The duration of the curative process depends upon the chronicity of the problem and like other therapies may take up almost half the time of the initial disease development phase. But it is important to mention that certain types of distresses, –pain, – congestion, –pressure symptoms often find instant relief after or even during the neural-therapy treatment. This has been described as 'Sekunden-Phenomenon' a type of spontaneous reflexogenic release process.

Restrictions in Britain

Injection therapies in this country are legally restricted to licensed health professionals. For therapists without these rights, Neural-Therapy can nevertheless be practised by using a technique known as Iontoforesis where the analgesic substance is introduced electronically rather than by needle injection. For the chosen area of treatment an artificial electric field is created by an machine (as for example described by Knoch, Lindeman) inducing a flow of 'ionised diffusion of the analgesic fluid' transdermally to provide the desired pain relief or trophic changes in the tissues. Instead of creating reservoirs, a dispersed way of tissue infiltration is used in this method, often with similar baffling results.

Indications for Neural Therapy

The range of indications is so immense that it is easier to sum up the diseases where neural therapy is not successful or not indicated: mental / psychiatric illnesses, deficiency diseases, hereditary diseases, congenital convulsive disorders, advanced infectious illnesses or immunological diseases like MS, advanced degenerative disease like liver cirrhosis, kidney or heart failure, arrhythmias, bleeding disorders and anti-coagulation therapy.


Neural therapy aims at restoring circulatory flow within vital tissues found to be often compromised by the degenerative factors such as pain, spasticity, tissue acidity (low p.h. from toxic – metabolic waste products), scar tissues, contractures, adhesions, external toxins to name a few. The remedies used are polarised electrically charged substances capable of directly affecting redox-potentials in living tissue.

This in combination with the therapeutic skill and knowledge of correct application or injection has provided the highly rated value of neural therapy within the healing arts.

Amongst the celebrity patients treated was J.F. Kennedy who, according to one of his biographers, recovered from an army trauma to his spine, which forced him to use crutches and even wheelchairs in his daily life. After many years of debilitating pain it was a series of Procaine injections which started off the recovery process and made him symptom-free soon after. But the spectrum of ailments indications for neural therapy lists not only back and joint pains. There is also undisputed empirical value for treatment success upon a much wider range of disturbances such as endocrine and systemic diseases and even skin disorders.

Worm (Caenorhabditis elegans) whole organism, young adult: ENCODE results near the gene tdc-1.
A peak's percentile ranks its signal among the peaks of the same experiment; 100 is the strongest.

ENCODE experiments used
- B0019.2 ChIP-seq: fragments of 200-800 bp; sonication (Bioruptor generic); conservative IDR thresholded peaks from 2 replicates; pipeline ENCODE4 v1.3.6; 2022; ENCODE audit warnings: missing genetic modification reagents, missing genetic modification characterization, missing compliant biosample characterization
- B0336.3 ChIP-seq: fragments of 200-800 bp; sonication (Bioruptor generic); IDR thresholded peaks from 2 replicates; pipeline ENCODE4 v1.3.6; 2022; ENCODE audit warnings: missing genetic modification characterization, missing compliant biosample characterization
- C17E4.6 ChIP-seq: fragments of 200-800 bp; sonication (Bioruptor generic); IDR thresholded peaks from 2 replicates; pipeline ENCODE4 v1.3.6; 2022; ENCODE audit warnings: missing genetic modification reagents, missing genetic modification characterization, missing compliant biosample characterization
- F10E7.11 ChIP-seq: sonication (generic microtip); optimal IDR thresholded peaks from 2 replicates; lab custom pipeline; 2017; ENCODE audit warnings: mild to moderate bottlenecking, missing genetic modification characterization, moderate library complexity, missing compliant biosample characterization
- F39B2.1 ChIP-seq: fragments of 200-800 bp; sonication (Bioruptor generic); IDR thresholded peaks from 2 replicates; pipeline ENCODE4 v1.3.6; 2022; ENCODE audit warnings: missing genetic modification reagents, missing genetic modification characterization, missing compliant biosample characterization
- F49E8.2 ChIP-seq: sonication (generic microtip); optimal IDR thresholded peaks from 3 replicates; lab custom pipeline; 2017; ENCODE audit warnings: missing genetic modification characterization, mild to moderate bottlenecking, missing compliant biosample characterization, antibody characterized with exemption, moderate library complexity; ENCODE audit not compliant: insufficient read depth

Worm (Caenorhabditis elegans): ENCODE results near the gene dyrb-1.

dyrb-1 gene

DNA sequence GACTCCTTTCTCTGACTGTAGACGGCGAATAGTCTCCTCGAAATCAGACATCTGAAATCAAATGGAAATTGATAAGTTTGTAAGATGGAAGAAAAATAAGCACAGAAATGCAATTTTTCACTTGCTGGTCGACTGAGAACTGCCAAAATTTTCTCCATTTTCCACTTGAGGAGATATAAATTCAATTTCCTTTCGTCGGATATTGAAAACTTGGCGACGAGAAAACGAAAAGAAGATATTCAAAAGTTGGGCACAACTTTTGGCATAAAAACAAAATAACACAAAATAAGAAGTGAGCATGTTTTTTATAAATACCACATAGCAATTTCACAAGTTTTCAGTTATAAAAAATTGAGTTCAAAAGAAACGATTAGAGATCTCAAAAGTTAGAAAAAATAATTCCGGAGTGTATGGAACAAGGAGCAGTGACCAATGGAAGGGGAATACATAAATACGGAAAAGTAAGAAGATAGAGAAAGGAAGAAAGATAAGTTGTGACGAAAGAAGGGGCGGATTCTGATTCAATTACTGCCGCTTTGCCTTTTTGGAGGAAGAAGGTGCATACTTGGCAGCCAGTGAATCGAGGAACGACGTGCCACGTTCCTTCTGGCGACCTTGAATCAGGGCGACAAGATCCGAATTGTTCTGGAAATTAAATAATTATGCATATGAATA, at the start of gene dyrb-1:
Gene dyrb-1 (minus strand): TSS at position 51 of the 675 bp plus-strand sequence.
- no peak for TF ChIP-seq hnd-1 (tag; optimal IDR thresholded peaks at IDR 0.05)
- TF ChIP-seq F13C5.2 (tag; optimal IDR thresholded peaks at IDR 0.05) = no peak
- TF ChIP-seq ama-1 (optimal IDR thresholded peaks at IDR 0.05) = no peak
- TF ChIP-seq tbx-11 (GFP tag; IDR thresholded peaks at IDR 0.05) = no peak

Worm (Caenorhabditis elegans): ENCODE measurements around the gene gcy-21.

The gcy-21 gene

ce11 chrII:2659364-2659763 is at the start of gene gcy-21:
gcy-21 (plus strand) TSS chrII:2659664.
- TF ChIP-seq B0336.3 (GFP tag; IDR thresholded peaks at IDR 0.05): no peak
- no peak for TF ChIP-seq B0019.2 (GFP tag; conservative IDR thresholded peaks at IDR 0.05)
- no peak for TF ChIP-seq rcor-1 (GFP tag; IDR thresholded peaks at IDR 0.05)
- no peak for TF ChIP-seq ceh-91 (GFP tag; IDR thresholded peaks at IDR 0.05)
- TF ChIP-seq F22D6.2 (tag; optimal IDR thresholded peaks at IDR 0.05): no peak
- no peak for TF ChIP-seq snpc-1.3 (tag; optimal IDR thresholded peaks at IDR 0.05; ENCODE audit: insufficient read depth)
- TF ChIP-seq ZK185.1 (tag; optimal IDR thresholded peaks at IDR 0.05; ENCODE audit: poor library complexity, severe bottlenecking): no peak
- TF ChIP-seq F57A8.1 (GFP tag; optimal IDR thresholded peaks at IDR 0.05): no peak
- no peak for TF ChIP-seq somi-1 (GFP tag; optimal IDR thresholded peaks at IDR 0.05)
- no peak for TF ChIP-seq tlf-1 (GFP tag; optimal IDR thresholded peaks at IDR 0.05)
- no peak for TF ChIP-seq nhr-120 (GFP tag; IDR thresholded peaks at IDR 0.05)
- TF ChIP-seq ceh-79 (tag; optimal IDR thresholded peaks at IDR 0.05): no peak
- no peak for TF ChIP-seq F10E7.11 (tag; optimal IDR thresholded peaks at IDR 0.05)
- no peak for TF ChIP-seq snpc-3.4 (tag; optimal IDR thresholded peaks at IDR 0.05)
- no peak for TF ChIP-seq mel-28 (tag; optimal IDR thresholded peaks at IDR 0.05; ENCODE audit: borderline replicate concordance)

Head Zones: The body segments (Head zones) are named after the spinal cord segments. Dependant on where the nerves leave the spinal cord, they are referred to as: 8 Cervical segments (C1–C8); 12 Thoracic segments (Th1–Th12); 5 Lumbar segments (L1–L5); and 5 Sacral segments (S1-S5). Skin, segment tissue and inner organs, which are supplied by the same spinal cord segment, can be seen as a functional unit. Graphic re-worked from an original in 'The Anatomical Atlas of Chinese Acupuncture Points', Shandong Science and Technology Press, 1982.

Case Studies

Case Study 1
   65 year old female, generally in good health inquired about alternative treatment options for a longstanding tinnitis problem which could not be shifted with any of the conventional methods. During the consul-tation it became clear that several years after chronic catarrhal symptoms in her infancy she eventually underwent a tonsillectomy operation. Overall this did little to her initial complaint, and with time she just ‘grew out’ of her ear, nose and throat problems and she did not consult anyone else until she was 62. Suddenly problems started again by experiencing an almost permanent low pitched rustling noise in her left ear which was there even at night when she woke up during her sleep.
   After various other unsuccess-ful steps we decided to inject her tonsillectomy scars with 1%-Lignocaine which instantly reduced the degree of acoustic distress by 50%. My subsequent treatment involved small Procaine injections at several subcutaneous – periosteal locations around the mastoid bone which gave another 30 or 40% relief. We haven’t heard anything since from this patient and presume that she is well.